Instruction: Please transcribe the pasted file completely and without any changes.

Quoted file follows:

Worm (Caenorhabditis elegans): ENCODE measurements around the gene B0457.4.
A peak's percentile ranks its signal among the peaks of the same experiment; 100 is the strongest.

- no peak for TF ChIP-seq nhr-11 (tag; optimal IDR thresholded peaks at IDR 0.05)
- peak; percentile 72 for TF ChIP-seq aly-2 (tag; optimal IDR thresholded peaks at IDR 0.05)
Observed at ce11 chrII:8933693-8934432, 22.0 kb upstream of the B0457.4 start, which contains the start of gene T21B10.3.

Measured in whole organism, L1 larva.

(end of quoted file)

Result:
Worm (Caenorhabditis elegans): ENCODE measurements around the gene B0457.4.
A peak's percentile ranks its signal among the peaks of the same experiment; 100 is the strongest.

- no peak for TF ChIP-seq nhr-11 (tag; optimal IDR thresholded peaks at IDR 0.05)
- peak; percentile 72 for TF ChIP-seq aly-2 (tag; optimal IDR thresholded peaks at IDR 0.05)
Observed at ce11 chrII:8933693-8934432, 22.0 kb upstream of the B0457.4 start, which contains the start of gene T21B10.3.

Measured in whole organism, L1 larva.